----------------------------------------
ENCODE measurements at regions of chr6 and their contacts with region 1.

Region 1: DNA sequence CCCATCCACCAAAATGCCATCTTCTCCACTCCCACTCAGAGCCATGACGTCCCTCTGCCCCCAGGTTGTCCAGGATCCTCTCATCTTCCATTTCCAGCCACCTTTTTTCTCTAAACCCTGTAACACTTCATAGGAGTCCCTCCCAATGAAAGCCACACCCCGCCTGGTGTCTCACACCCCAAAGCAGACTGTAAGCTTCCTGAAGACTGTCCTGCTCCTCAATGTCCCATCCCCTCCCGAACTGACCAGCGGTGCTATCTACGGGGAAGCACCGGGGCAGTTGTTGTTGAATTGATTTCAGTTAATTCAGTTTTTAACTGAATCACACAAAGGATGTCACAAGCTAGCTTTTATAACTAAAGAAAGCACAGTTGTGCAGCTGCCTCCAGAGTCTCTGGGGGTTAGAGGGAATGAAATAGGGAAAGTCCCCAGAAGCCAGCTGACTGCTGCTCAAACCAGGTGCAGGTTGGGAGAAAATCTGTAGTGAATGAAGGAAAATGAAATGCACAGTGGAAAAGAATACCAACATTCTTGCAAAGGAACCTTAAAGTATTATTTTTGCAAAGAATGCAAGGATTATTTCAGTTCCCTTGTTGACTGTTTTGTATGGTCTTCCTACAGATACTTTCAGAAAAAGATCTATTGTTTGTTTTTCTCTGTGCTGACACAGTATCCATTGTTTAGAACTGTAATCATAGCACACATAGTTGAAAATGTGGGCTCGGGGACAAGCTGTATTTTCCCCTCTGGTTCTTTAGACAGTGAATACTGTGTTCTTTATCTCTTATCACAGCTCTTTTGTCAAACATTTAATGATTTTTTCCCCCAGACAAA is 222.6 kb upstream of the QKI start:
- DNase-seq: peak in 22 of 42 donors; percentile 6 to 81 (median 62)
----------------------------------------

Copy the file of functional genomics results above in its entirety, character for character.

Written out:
ENCODE measurements at regions of chr6 and their contacts with region 1.

Region 1: DNA sequence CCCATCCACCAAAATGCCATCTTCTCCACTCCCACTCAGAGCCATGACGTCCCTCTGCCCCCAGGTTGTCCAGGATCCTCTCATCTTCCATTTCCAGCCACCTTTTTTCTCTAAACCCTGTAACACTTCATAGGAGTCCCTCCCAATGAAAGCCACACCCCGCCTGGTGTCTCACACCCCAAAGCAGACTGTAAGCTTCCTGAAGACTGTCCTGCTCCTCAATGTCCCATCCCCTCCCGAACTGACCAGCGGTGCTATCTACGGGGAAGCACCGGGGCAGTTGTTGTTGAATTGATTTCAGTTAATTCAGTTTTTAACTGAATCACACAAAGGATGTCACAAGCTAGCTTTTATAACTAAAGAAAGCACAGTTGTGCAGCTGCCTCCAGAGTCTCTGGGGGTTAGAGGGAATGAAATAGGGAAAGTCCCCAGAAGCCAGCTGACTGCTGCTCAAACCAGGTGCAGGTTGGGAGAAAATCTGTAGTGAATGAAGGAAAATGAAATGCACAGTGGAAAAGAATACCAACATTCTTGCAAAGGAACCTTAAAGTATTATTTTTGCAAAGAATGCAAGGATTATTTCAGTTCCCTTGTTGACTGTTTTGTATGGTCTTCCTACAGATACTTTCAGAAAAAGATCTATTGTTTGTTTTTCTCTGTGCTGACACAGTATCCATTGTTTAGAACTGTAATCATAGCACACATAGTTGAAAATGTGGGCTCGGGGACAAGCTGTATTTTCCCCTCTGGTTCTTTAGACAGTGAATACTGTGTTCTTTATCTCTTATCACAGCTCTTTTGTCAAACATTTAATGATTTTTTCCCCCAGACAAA is 222.6 kb upstream of the QKI start:
- DNase-seq: peak in 22 of 42 donors; percentile 6 to 81 (median 62)